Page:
Is Rainbow Fentanyl Ruining Halloween?

Is Rainbow Fentanyl Ruining Halloween?

Annelise Sin (9th), Is Rainbow Fentanyl Ruining Halloween?


Rainbow Fentanyl is a brightly-colored painkiller that’s disguised as candy to target young teenagers in America. Fentanyl is one of the strongest painkillers, and is highly addictive. Producers of Fentanyl have started dyeing the pills to make them appear more attractive to the youth. 


How it affects people

Taking Fentanyl can severely damage your body and your brain. Like any other opioid, it can damage your brain growth and affect your mind negatively. Taking Fentanyl can give you a euphoric feeling that can make you extremely happy. The reason Fentanyl is so popular is because it’s highly accessible and very addictive. Opioid addiction is high in young adults because they’re easily accessible after someone is injured or undergoes a surgery. 


Fentanyl can make you very drowsy and tired. You can become confused and have problems breathing while taking fentanyl. Overdosing on fentanyl can cause a condition called Hypoxia. Hypoxia slows and/or stops the amount of oxygen that reaches the brain. This can lead to comas, permanent brain damage, and even death. 


Warning signs of OD

One of the ways to stay safe around Rainbow Fentanyl is to always be aware of the warning signs of an overdose. If too much of Fentanyl is digested, there’s a very likely chance you can be seriously harmed and/or die. Warning signs to look out for: constricted pupils, unresponsive or limp, breathing is slow/erratic or they are not breathing, slow/erratic or no pulse, the skin is pale or blue, making gurgling sounds, or they are vomiting. 


People get, and stay, addicted to fentanyl because there can be severe withdrawals just hours after someone stops taking it. These withdrawals include muscle and bone pain, sleep problems, diarrhea and vomiting, uncontrollable leg movements, and cold flashes. People stay addicted to fentanyl because they become dependent on this drug after a surgery or severe injury. 


There are medicines that are being created to help with the withdrawal process of fentanyl. The FDA has approved lofexidine, which is a non-opioid medicine designed to help with the opioid withdrawal process.   


Because of Rainbow Fentanyl, there are many dangers surrounding Halloween. We all know that people can try to lure young children with pills that can appear as candy. Introducing children to drugs like fentanyl at young ages can cause many future problems in their lives. Parents can be worried about letting their children do traditional things on Halloween, like ‘trick-or-treat’.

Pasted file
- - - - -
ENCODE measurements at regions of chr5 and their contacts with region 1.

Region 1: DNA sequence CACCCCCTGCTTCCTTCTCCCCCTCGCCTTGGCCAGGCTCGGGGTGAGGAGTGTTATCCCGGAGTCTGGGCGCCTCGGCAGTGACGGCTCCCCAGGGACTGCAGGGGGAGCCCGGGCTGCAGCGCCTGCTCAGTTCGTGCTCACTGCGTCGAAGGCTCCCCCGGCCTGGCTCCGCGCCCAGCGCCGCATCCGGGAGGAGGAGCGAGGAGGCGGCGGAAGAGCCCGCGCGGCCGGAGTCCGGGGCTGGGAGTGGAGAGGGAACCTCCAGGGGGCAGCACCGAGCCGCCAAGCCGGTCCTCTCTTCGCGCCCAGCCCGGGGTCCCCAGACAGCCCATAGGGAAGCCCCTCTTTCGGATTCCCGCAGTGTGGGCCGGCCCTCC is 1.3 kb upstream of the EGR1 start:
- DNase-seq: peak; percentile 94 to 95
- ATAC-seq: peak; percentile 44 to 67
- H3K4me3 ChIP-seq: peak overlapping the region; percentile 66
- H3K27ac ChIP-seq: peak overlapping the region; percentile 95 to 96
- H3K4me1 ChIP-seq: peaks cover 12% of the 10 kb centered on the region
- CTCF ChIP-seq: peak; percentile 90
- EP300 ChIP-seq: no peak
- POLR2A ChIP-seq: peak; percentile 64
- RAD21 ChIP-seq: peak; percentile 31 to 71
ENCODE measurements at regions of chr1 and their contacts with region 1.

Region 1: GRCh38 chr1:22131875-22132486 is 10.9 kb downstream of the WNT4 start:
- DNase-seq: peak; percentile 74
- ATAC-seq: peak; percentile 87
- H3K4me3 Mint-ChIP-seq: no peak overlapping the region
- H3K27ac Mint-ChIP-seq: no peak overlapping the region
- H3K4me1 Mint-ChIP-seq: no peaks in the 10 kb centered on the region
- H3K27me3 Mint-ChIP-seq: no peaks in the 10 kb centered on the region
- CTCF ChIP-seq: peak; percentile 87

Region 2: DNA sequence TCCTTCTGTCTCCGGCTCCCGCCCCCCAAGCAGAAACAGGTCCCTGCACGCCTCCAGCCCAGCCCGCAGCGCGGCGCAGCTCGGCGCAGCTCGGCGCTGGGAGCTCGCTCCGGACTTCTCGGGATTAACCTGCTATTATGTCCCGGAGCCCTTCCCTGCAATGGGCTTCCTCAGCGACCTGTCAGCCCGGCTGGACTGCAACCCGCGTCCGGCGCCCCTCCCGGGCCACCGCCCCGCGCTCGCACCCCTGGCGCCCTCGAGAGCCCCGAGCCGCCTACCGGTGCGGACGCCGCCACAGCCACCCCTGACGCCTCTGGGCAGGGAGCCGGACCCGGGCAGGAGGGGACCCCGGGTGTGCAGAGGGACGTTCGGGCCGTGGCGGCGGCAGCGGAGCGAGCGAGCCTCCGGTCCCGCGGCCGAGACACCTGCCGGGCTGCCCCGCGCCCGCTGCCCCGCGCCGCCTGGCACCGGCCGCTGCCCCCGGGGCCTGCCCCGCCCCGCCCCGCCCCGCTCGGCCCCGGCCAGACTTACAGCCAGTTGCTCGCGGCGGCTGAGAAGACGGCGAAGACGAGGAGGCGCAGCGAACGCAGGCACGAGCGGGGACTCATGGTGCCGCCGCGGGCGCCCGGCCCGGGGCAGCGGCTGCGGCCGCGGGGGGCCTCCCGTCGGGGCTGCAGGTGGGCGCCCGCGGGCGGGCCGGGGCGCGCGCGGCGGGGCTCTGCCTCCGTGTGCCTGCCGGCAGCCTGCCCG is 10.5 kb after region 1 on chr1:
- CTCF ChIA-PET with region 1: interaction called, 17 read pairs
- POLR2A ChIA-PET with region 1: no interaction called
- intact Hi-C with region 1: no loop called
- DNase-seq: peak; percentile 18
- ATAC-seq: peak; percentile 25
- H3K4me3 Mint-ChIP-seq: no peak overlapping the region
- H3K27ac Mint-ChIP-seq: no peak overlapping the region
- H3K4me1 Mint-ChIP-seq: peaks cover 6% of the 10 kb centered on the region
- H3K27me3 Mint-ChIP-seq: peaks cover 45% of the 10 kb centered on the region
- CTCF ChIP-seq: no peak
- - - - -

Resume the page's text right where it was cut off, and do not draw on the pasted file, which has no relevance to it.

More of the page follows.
How to protect yourself/others from it

Some ways to try to prevent the ones you love from horrible things, like drug addiction, are: 

  1. Talk to your children. It’s better for kids to know while their minds are still developing just how dangerous drug addiction really is. 2. Try to get help. If you, or someone you know, is already struggling with addiction, seek help as quickly as possible. There are always resources, and there are always other options. 3. If you or someone you know is in a dangerous situation, leave immediately. One of the highest factors to addiction in teens is peer pressure. If you are stuck in a situation that you feel unsafe or don’t know how to get out of, call 911 or a trusted adult. 


Interview Questions:


“Do you know what Rainbow Fentanyl is?” 

“What is your opinion on / how do you feel about Rainbow Fentanyl?”

“Do you think Rainbow Fentanyl could ruin Halloween because it scares families?”

I interviewed Giselle Orozco 9, Claudia Martin-Park 9, and Jillian Baylard 9 on the topics of Rainbow Fentanyl. Here’s what they said. 


Giselle Orozco: “Yes, I do know what Rainbow Fentanyl is. I think it’s stupid that people are trying to make kids more intrigued by it, but if they eat it they’re gonna die. Yes, I think 1000% it can ruin Halloween because people can fake candies and give them to kids who will die.”


Claudia Martin-Park: “Yes, it’s like a bad drug. It’s not a good thing and I don’t like it. Yes, I feel like it can scare families and I think it’s really concerning if people aren’t worried about it.”


Jillian Baylard: “Yes, I know what it is. I don’t think people should do it because it’s bad for you. Yeah I think it could ruin Halloween because people can lace everything with it.”